Back to Normal

It was cold this morning, with supposedly a wind chill of 25 below. The weather service issued a warning to be careful, that such a chill could give exposed skin frostbite within 35 minutes. I wasn’t concerned because I always bundle up, then I remembered — my face! I don’t wear a ski mask or anything like that, not even a muffler pulled up over my nose, because it tends to fog my glasses, and then the fog freezes. It’s so much better to simply stay inside.

So I did.

Because I’ve been spending so much time inside lately, the Christmas clutter has been getting to me. I figured today was a good day to start putting things away, and to my surprise, not only did I start, but I finished!

Without all the decorations and Christmas boxes and ribbons and such, the living room seems bare, but by tomorrow I will be used to the bareness again.

It’s funny to me how so often in mystery stories, a character who lives in a stark place with no pictures and knickknacks strewn around is suspect. Such a person has to be secretive, burying a shady past or hiding a felonious present.

I hope that’s not true in real life, that people who see my empty walls and lack of knickknacks don’t automatically assume I am not as I appear. And if it is true, I don’t suppose it matters. Mostly, though, people seem to be comfortable when they are here. Without being suffocated by my stuff, visitors can — for the time they are here — write themselves into the place. Many people love to have photos and knickknacks everywhere, which does put a personal touch to their space, but it can be overwhelming to live with. For me, anyway. Hence my empty walls and tables.

I do have a couple of personalizing touches — a book shelf and a glass-fronted cabinet — so my space isn’t a complete blank, but there’s nothing on the coffee table and the only things on the lamp tables are lamps.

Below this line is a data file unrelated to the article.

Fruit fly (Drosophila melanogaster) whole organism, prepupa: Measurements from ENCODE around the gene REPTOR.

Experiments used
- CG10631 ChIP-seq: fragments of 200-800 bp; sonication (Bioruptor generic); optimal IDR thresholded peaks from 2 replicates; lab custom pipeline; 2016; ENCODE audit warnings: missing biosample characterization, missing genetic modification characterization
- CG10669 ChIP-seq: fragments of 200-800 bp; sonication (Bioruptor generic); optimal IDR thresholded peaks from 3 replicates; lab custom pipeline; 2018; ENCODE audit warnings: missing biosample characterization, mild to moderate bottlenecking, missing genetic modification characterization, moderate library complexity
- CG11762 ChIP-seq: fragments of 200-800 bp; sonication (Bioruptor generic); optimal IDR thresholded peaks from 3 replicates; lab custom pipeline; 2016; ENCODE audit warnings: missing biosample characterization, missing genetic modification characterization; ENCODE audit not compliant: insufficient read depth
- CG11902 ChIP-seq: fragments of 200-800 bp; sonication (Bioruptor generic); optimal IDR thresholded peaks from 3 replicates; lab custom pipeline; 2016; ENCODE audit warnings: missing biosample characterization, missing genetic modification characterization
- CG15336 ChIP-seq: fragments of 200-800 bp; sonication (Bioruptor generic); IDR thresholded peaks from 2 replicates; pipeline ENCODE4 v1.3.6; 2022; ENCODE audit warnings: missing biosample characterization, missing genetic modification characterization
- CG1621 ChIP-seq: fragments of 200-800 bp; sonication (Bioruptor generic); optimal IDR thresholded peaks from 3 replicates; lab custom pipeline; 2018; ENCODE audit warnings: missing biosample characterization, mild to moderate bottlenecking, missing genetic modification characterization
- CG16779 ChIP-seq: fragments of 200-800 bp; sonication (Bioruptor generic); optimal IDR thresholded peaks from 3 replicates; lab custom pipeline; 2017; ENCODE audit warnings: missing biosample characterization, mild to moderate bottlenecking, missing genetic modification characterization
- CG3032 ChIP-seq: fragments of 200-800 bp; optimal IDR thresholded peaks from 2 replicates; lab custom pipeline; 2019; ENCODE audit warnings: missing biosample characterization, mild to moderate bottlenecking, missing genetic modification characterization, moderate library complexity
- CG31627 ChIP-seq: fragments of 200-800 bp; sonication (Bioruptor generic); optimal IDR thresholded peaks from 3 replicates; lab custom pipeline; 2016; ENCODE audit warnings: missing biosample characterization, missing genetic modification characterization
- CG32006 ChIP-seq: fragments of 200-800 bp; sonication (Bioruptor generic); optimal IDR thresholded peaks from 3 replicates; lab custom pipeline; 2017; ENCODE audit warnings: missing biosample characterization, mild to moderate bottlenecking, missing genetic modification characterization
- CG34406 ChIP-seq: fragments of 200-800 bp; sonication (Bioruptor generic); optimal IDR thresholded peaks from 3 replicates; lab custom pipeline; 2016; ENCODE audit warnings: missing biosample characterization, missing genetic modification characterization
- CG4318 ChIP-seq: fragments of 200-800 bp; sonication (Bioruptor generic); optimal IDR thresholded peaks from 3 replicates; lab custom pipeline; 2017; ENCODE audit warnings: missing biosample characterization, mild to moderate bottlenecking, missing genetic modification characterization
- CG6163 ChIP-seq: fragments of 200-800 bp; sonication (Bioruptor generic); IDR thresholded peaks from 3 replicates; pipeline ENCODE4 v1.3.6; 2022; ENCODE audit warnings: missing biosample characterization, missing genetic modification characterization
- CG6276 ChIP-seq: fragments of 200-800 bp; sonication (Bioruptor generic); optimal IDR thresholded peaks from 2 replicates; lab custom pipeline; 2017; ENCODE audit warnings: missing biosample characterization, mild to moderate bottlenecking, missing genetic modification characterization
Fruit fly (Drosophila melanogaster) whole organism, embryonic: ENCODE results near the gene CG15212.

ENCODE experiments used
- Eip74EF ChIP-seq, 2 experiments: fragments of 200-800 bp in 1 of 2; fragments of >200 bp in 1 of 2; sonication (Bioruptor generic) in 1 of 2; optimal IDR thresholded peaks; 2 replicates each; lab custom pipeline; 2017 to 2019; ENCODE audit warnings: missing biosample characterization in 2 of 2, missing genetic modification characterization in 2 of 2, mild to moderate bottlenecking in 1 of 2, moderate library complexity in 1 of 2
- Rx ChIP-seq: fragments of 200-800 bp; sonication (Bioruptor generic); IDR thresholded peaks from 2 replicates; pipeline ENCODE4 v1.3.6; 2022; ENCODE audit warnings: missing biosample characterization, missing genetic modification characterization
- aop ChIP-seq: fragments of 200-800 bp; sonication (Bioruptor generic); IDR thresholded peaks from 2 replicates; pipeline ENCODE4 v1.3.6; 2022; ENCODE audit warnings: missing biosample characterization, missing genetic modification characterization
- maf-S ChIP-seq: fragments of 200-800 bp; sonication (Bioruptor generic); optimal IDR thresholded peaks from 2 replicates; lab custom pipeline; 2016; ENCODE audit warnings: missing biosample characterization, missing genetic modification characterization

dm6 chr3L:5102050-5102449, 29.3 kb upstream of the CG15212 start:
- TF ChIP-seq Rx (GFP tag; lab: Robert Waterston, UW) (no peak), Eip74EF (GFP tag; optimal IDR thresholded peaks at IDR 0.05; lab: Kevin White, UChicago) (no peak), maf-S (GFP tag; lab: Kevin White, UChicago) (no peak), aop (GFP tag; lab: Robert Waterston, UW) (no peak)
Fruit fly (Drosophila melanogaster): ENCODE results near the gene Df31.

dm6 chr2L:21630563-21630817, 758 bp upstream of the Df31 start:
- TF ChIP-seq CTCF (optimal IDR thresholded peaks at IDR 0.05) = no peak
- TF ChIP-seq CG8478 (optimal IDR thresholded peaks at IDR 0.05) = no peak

There is one room with clutter, and that is my work/play room, but the clutter is that of living — electronics and books and notes and started projects. Oh, and a shelf for all my tarot cards.

I’m hoping for one more cold stay-inside day so I can do a thorough cleaning. I did vacuum up as much of the glitter as I could, but I’m sure a lot of sparkles drifted under the couch and bed the way dust does. Of course, no matter how well one cleans, there will always be a bit of glitter hiding in corners and cracks, so it’s a lost cause, but I would at least like to make an effort now that my living room is back to normal.

***

Pat Bertram is the author of intriguing fiction and insightful works of grief.

4 Responses to “Back to Normal”

  1. Lovey Says:

    I think your living room is lovely! It’s very warm looking, with just the right balance of furniture. Maybe a few plants??? Especially in the dead of winter, a little greenery is very welcomed, and gives some hope for Spring… I love to go to Lowes or Home Depot about the second week of January, when they start bringing out the seed starting kits and seeds. That’s the one time I don’t mind when they rush the seasons. Also looking forward to when they bring out the lawn mowers and grills and put those dam snowblowers away.. But a little too early for that. Another encouraging note, every day in January we gain an extra minute of daylight! February is a short month and by the end of it, you notice the longer day for sure… Litlle things to hold onto… Especially when we live alone. I know you still miss Jeff, and I still miss my Michael…that will never end until we are reunited…

    • Pat Bertram Says:

      Thank you for the compliment on my living room. And yes, we hold on to the little things. Sometimes it feels as if that’s all we have are those little things that get us from one day to the next, one season to the next. Too bad there’s not a Lowes or Home Depot close, otherwise I’d do what you do and get some seed starting kits. I guess I could make my own when the weather warms up again.

  2. runawaywidow Says:

    Your home looks lovely and inviting. I also am getting tired of the Christmas clutter. Soon to be gone and out of sight


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